From another authority we learn that " in Sir Mark Cubbon were rarely combined a cultivated intellect, a calm judgment, a firm will, and an enduring patience, which was the more conspicuous because associated with extraordinary penetration.": It describes him as being '` striking and prepossessing in appearance; dignified yet simple and unassuming in demeanour; liberal to profusion, with an exquisite tenderness of sympathy,"" and as possessing a tact which extended to all the exigences of his position. It further states that "from many succeeding viceroys he enjoyed the greatest confidence, from his many friends he won the warmest esteem from his assistants the most devoted attachment, and from the people to whom he was for 27 years the friend and benefactor the profoundest gratitude. "+3 When the tidings of SIR MARK CUBBON'S death reached Mysore all public offices were closed and all public business throughout the Mysore territory suspended for three days. A large sum was raised to erect a memorial which took the form of an equestrian statue. But no such memorial was necessary to perpetuate the remembrance of the good work he did in Mysore, as the following extract from " The Nineteenth Century Magazine" for March, 1888, in a valuable article on "The Bankruptcy of India," will show:-

It so happens that there is a direct example of the effect of the two methods-the one of appointing a very few Europeans merely to superintend and improve the native administration, and gradually introduce an improved system suited to the. people; the other to pitchfork Europeans into every office of consequence and force departments and public works upon the country almost without calculation as to their effects. In Mysore the two plans followed one after the other. Sir Mark Cubbon administered the province of 5,000,000 people with four Europeans at a cost for the European agency of £13,000 a year, He used his influence as far as possible to cheek the abuses and foster the advantages of the native local administrations, encouraged the construction of public works by the natives themselves, insisted on light taxation, and abstained from continuous petty intermeddling. What was the result? In 1861-62, though Mysore had suffered from short monsoons, and consequently bad average harvests since 1853, the people were beyond all question, in a state of the greatest prosperity. Distraint for land-tax had become almost unknown. Notwithstanding all this attention to the people, the surplus for the year was £105,000 and there were no less than ninety-six lakhs of rupees, or nearly one million sterling, in the treasury. These were, indeed, the golden class of Mysore, and the cultivators were living in comfort almost in wealth. There were drawbacks of course, but they were small compared with the benefits, and to this day the people look back with bitter regret to the happiness they experienced under that light and considerate rule.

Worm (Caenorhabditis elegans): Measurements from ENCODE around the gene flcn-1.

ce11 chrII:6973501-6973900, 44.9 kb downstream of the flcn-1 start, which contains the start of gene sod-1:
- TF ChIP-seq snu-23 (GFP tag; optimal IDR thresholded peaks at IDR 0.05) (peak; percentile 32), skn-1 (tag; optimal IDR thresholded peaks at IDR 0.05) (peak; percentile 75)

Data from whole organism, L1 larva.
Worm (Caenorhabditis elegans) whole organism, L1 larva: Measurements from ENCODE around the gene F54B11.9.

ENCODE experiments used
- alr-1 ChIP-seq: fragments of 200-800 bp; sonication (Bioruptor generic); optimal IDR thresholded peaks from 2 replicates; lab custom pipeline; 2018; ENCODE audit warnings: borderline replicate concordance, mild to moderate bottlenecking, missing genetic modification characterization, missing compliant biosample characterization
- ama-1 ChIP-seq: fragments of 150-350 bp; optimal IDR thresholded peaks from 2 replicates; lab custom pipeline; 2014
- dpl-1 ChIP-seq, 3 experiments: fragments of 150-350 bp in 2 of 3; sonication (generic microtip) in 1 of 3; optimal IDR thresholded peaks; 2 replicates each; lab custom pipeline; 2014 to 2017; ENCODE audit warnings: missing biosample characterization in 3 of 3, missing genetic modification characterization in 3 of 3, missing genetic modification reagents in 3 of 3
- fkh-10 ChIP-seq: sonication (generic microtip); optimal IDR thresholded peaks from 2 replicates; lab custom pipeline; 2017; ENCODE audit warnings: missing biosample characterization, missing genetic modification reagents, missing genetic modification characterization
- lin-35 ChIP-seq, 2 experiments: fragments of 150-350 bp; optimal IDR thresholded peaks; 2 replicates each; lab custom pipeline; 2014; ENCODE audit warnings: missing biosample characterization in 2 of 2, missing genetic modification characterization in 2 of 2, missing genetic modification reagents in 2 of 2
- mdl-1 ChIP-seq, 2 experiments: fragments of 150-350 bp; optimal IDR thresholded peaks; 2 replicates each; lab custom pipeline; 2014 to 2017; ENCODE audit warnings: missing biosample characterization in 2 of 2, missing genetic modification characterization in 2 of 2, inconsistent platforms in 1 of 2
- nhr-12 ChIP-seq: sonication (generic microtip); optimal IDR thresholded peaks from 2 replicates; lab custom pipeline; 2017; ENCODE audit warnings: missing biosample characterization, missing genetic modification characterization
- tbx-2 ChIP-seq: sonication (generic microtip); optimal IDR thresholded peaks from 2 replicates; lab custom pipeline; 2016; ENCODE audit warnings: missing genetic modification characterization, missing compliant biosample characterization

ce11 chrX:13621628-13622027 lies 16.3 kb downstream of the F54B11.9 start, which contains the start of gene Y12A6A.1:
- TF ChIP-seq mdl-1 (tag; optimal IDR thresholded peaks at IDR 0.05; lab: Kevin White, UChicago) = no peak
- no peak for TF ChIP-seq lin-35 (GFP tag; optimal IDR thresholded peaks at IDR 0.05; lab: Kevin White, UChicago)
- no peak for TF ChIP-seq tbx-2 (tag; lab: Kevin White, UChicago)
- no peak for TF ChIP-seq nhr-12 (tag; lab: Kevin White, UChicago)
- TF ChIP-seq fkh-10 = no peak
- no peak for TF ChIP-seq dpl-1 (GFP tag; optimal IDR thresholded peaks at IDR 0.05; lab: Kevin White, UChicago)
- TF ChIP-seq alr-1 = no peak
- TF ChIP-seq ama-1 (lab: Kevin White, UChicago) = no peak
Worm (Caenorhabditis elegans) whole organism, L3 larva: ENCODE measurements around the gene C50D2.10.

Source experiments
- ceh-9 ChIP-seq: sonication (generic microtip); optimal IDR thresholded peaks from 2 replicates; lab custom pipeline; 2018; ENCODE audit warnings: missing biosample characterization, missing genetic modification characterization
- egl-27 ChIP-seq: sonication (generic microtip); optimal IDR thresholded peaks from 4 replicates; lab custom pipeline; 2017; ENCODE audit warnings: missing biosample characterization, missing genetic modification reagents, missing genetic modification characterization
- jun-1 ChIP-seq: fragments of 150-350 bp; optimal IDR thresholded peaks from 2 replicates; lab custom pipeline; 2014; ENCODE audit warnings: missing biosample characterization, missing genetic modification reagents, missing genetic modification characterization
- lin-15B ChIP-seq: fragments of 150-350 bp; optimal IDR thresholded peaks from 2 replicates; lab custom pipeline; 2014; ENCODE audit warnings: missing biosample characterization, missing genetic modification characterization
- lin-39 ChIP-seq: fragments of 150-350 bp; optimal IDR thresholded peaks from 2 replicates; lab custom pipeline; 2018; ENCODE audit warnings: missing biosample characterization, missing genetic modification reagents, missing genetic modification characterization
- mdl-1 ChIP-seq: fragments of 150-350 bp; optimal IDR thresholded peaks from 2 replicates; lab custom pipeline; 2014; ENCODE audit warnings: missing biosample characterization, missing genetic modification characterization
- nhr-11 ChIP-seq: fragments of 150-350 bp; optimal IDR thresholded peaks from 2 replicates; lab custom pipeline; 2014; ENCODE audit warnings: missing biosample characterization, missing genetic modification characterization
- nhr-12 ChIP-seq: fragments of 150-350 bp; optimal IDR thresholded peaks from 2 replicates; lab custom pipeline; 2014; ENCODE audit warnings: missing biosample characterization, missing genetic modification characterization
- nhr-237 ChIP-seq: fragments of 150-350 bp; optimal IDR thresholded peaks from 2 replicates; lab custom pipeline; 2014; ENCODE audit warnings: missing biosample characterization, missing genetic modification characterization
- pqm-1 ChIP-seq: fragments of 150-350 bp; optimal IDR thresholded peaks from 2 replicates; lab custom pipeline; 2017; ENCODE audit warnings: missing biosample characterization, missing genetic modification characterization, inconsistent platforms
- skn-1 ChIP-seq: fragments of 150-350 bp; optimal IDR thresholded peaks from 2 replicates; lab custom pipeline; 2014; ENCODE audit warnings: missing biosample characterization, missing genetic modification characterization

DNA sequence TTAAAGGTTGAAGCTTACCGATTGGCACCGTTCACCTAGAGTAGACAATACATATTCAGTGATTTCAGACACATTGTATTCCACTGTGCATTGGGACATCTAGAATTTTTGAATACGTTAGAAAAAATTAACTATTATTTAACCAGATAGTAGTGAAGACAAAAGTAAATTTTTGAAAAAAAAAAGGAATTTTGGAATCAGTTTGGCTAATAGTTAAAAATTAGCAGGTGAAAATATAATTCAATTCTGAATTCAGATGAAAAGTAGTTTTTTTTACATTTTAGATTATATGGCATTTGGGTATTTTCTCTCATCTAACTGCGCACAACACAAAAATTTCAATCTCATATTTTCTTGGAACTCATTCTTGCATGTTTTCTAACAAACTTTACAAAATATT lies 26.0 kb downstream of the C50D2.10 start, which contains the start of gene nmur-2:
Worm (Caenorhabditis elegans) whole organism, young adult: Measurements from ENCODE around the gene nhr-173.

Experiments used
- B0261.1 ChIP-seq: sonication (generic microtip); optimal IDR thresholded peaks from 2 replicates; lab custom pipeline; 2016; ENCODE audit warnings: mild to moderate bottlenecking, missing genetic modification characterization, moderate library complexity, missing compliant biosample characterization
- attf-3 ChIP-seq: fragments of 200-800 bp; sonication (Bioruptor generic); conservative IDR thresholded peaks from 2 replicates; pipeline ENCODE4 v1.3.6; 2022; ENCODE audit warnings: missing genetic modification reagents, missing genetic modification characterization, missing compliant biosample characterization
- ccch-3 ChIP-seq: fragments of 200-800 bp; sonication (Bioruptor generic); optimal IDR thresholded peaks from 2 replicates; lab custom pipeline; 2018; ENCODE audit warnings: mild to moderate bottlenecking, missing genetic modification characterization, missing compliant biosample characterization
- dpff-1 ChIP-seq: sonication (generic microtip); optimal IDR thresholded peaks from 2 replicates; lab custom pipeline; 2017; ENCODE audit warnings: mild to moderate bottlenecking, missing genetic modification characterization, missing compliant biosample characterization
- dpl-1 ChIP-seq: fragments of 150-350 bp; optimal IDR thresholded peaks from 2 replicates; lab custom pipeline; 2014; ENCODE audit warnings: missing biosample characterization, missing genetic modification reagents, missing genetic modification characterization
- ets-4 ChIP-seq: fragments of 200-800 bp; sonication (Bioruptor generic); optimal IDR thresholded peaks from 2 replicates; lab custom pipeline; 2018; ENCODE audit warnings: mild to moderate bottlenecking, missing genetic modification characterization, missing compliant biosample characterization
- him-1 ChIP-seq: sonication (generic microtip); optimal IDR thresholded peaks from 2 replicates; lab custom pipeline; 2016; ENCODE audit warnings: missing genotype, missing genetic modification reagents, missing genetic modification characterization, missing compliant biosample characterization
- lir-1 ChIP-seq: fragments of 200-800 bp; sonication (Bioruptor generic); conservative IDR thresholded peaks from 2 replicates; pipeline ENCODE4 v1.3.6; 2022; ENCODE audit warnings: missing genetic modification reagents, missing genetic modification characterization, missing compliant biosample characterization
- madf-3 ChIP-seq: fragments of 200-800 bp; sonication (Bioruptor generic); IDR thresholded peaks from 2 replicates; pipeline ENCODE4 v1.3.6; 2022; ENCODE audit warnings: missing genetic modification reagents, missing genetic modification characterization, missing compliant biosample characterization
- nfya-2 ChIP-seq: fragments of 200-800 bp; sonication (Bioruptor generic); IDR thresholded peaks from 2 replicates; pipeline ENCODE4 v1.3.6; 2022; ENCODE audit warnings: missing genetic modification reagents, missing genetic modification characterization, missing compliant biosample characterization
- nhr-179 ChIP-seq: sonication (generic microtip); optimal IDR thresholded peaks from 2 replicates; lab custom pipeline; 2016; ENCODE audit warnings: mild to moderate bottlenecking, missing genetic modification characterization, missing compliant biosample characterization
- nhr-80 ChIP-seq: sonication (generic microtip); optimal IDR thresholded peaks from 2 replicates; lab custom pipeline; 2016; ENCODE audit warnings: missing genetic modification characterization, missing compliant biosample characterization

+1 The above is an abstract of the account by the Rev. S. N. Harrison in the Manx Note Book, Vol. 1. pp. 51-4.
+2 The Bangalore Herald.
+3 The Madras Times.